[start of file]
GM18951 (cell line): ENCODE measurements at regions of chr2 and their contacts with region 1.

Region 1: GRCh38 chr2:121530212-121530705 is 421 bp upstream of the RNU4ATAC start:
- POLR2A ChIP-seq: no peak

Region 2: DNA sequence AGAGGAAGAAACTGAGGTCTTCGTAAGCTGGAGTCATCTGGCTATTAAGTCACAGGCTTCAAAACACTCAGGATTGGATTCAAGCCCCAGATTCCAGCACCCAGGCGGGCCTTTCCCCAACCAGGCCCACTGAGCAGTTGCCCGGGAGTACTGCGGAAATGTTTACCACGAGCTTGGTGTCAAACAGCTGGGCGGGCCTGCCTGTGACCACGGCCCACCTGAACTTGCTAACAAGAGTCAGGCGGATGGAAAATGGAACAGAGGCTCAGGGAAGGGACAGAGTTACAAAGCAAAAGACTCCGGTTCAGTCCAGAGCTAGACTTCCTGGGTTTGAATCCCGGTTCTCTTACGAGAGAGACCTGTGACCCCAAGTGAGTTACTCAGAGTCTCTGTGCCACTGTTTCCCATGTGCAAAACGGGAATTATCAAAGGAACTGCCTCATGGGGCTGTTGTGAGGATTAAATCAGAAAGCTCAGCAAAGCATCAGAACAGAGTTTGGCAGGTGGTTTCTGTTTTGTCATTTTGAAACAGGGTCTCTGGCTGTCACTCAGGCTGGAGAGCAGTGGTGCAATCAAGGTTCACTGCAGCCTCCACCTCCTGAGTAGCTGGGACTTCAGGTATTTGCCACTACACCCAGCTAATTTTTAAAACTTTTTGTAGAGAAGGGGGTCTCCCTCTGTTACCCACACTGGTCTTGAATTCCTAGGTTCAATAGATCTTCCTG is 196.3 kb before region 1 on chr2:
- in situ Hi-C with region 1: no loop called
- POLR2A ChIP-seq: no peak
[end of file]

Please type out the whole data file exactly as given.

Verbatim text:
GM18951 (cell line): ENCODE measurements at regions of chr2 and their contacts with region 1.

Region 1: GRCh38 chr2:121530212-121530705 is 421 bp upstream of the RNU4ATAC start:
- POLR2A ChIP-seq: no peak

Region 2: DNA sequence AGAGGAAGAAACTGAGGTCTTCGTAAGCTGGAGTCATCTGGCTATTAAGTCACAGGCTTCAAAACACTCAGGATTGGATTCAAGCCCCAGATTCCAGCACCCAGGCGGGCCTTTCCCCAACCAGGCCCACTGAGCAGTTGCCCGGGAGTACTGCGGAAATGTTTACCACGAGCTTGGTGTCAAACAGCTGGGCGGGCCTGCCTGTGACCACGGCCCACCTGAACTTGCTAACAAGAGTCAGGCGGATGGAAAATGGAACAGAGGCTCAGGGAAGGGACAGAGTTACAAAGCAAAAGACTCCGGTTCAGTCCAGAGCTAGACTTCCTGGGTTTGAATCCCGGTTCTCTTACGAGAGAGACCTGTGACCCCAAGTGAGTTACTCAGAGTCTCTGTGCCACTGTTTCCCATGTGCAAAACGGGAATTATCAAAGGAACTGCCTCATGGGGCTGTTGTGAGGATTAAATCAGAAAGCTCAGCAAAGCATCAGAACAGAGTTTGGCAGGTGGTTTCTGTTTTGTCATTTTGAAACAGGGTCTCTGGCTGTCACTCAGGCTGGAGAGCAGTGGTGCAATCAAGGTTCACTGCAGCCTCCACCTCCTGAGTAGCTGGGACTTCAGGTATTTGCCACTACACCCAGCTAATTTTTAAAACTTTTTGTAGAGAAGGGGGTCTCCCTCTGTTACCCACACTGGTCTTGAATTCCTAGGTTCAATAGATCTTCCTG is 196.3 kb before region 1 on chr2:
- in situ Hi-C with region 1: no loop called
- POLR2A ChIP-seq: no peak